The promise of machine learning has shown many stunning results in a wide variety of fields. Natural language processing is no exception of it, and it is one of those fields where machine learning has been able to show general artificial intelligence (not entirely but at least partially) achieving some brilliant results for genuinely complicated tasks. Now, NLP (natural language processing) is not a new field and neither is machine learning. But the fusion of both the fields is quite contemporary and only vows to make progress. This is one of those hybrid applications which everyone (with a budget smart-phone) comes across daily. For example, take ‘keyboard word suggestion’ into the account, or intelligent auto-completions; these all are the byproducts of the amalgamation of NLP and Machine Learning, and quite naturally these have become the inseparable parts of our lives.
Machine learning is an important topic in lots of industries right now. It’s a fast moving field with lots of active research and receives huge amounts of media attention. This post isn’t intended to be an introduction to machine learning, or a comprehensive overview of the state of the art. Instead it will show how models built using machine learning can be leveraged from within Excel.
This note is just a quick follow-up to our last note on correcting the bias in estimated standard deviations for binomial experiments. For normal deviates there is, of course, a well know scaling correction that returns an unbiased estimate for observed standard deviations.
In this blog post, I’ll use the data that I cleaned in a previous blog post, which you can download here. If you want to follow along, download the monthly data. In the previous blog post, I used the auto.arima() function to very quickly get a ‘good-enough’ model to predict future monthly total passengers flying from LuxAirport. ‘Good-enough’ models can be all you need in a lot of situations, but perhaps you’d like to have a better model. I will show here how you can get a better model by searching through a grid of hyper-parameters.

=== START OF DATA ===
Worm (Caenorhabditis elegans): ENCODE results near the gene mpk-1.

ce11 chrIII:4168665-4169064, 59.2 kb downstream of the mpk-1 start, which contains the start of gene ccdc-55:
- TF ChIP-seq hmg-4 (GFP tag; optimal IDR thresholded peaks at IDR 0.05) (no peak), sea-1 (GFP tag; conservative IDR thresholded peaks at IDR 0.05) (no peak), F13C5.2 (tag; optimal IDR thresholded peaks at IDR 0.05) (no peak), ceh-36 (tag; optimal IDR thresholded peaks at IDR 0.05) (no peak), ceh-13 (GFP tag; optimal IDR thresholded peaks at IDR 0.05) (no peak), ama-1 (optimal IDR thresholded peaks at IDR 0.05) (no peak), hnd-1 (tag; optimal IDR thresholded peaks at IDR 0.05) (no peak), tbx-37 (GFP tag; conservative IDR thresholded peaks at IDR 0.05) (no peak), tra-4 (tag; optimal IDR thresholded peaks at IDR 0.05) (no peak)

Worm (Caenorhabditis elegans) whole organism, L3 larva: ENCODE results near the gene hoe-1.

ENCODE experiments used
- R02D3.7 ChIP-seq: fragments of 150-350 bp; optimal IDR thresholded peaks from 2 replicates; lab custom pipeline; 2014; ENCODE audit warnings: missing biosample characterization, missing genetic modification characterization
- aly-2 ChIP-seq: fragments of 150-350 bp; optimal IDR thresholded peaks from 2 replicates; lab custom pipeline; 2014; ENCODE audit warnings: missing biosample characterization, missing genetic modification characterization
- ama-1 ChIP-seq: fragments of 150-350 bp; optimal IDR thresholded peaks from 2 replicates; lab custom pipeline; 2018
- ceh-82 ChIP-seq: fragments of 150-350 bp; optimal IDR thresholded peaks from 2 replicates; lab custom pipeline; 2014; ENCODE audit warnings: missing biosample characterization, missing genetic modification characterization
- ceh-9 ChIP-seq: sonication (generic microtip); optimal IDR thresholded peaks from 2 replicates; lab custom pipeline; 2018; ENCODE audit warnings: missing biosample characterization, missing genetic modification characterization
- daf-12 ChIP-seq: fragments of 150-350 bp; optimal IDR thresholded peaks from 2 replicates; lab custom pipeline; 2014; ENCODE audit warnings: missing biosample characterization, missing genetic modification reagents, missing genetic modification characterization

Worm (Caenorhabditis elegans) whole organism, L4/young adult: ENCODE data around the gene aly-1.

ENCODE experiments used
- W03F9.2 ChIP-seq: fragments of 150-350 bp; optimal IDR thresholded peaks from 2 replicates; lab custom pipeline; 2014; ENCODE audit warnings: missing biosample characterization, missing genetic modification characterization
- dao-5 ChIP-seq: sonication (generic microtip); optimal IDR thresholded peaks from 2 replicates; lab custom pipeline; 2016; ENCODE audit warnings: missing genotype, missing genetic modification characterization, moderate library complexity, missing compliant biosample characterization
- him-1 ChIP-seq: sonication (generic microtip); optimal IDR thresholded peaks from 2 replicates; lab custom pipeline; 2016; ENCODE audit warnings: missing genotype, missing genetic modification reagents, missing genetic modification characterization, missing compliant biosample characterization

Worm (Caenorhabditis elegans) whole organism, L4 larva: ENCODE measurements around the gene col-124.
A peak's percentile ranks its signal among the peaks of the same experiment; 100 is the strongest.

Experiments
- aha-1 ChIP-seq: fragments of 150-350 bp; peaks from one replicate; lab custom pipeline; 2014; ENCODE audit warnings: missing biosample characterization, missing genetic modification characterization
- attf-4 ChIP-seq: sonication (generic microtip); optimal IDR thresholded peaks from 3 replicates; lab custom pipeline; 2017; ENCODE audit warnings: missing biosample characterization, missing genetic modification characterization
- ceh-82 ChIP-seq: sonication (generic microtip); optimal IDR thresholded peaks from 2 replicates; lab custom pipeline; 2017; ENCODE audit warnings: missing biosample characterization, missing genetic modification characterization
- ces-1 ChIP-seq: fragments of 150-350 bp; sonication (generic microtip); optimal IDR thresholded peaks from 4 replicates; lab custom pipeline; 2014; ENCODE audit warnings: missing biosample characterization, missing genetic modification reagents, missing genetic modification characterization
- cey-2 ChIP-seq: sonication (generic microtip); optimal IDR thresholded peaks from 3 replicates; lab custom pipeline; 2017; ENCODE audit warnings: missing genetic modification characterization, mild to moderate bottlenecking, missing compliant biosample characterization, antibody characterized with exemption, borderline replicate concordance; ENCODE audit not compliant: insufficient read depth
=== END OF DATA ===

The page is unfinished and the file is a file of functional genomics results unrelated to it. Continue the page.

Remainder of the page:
A few years ago, when I first became aware of Topological Data Analysis (TDA), I was really excited by the possibility that the elegant theorems of Algebraic Topology could provide some new insights into the practical problems of data analysis. But time has passed, and the sober assessment of Larry Wasserman seems to describe where things stand.
If you are excited about Machine Learning, and you’re interested in how it can be applied to Gaming or Optimization, this article is for you. We’ll see the basics of Reinforcement Learning, and more specifically Deep Reinforcement Learning (Neural Networks + Q-Learning) applied to the game Snake. Let’s dive into it!
This post is about building a shallow NeuralNetowrk(nn) from scratch for a classification problem using numpy library in Python and also compare the performance against the LogisticRegression (using scikit learn). Building a nn from scratch helps in understanding how nn works in the back-end and it is essential for building effective models. Without delay lets dive into building our simple shallow nn model from scratch.
If you’re a data scientist in industry, have you had experience of facing your customers and telling them the project might not be able to be realized as their expectation because of data sparsity?
Conventional machine learning and deep learning algorithms, so far, have been traditionally designed to work in isolation. These algorithms are trained to solve specific tasks. The models have to be rebuilt from scratch once the feature-space distribution changes. Transfer learning is the idea of overcoming the isolated learning paradigm and utilizing knowledge acquired for one task to solve related ones. In this article, we will do a comprehensive coverage of the concepts, scope and real-world applications of transfer learning and even showcase some hands-on examples. To be more specific, we will be covering the following.
There has been a renewed interest in machine learning in the last few years. This revival seems to be driven by strong fundamentals?-?loads of data being emitted by sensors across the globe, with cheap storage and lowest ever computational costs! The Buzz around Machine Learning has developed keen interest among the techies to get their hands on ML. However, before diving into the ocean of ML here are few basic concepts that you should be familiar with. Keep this handy as you will come across these terms frequently while learning ML.
If you have ever worked with time series predictions, I am quite sure you are well aware of the strains and pains that come with them. One moment you think you have cracked the stock market, the next moment you are lying in the bath crying and cursing your inaccurate models (I really don’t recommend that you try and predict the stock market, you will most likely not reap the benefits you think you will). What I am trying to say is that time series predictions are difficult and always require a very specialized data scientist to implement it.